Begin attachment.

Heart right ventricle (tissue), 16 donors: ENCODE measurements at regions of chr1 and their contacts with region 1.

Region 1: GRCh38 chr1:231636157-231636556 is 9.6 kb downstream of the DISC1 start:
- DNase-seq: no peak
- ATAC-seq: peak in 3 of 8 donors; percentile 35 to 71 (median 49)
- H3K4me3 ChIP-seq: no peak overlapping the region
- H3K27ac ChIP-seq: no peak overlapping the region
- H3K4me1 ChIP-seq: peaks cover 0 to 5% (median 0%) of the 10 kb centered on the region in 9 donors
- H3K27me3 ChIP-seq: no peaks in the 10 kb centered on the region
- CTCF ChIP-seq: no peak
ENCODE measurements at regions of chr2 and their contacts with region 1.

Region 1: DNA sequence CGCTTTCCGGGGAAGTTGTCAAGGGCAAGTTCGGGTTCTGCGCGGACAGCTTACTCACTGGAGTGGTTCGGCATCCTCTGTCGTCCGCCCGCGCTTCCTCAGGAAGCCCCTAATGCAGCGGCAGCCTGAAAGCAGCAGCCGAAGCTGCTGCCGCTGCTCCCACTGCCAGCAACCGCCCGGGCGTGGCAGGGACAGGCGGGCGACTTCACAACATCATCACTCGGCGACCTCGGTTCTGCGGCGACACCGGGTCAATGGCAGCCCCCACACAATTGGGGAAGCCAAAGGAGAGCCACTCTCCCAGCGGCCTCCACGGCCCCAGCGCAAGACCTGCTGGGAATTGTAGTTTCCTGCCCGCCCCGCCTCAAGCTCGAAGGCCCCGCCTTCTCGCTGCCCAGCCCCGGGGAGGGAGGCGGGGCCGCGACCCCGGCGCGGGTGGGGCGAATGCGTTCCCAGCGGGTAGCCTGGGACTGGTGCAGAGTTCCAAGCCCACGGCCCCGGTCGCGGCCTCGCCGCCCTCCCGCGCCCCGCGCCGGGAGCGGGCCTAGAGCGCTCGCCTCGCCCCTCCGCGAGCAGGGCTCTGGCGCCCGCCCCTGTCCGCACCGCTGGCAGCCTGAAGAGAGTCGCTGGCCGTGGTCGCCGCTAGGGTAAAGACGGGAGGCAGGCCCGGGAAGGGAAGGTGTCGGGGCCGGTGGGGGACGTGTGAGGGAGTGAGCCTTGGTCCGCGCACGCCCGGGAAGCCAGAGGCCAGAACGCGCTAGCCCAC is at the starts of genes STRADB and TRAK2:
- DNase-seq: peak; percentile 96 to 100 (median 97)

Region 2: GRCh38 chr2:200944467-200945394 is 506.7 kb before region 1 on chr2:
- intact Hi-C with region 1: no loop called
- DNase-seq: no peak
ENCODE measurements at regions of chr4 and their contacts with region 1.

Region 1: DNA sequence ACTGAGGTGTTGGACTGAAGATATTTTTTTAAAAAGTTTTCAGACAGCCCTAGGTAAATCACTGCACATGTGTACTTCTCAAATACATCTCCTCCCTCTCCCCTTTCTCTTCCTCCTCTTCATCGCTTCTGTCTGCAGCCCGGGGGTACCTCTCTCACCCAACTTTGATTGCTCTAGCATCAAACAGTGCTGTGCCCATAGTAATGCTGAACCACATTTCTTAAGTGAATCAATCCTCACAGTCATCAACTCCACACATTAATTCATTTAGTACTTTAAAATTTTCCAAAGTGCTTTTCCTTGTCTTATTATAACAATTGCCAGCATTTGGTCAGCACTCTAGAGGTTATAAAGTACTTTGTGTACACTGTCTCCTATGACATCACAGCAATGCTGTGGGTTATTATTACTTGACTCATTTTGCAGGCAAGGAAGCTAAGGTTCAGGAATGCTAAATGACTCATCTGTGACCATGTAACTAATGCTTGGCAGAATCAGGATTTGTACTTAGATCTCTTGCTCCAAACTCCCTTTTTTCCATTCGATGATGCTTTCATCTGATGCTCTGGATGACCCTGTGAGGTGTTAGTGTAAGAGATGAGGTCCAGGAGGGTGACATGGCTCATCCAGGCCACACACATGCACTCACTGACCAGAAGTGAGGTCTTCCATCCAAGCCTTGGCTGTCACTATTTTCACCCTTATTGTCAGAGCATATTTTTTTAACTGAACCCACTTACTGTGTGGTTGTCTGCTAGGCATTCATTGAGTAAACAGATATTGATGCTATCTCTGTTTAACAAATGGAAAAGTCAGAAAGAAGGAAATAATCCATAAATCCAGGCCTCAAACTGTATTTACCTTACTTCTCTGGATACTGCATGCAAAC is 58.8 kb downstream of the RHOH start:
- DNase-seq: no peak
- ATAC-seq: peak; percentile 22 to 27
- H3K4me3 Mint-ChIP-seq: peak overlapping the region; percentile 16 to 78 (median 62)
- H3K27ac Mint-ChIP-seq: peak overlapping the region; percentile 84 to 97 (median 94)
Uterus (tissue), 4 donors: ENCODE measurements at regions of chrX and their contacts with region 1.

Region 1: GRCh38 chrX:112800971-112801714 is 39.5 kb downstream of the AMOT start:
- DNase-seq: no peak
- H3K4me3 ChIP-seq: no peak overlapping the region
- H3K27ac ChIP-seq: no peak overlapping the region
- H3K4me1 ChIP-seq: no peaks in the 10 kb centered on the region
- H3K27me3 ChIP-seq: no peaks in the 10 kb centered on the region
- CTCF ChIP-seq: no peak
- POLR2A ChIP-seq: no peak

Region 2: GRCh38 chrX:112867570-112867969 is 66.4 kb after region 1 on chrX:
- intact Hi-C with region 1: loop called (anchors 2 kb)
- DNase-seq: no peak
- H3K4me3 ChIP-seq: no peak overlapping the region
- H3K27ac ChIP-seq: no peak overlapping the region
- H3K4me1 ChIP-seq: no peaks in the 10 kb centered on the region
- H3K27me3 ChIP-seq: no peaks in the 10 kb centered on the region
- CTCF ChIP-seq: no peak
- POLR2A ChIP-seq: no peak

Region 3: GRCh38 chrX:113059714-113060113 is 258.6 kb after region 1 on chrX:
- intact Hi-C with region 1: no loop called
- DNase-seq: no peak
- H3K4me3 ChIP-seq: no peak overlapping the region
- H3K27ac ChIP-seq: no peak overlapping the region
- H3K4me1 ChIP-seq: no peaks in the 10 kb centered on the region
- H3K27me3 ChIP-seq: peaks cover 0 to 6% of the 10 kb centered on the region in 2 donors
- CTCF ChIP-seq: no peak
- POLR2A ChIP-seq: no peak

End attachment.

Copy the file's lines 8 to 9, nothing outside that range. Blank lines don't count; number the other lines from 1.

- H3K27me3 ChIP-seq: no peaks in the 10 kb centered on the region
- CTCF ChIP-seq: no peak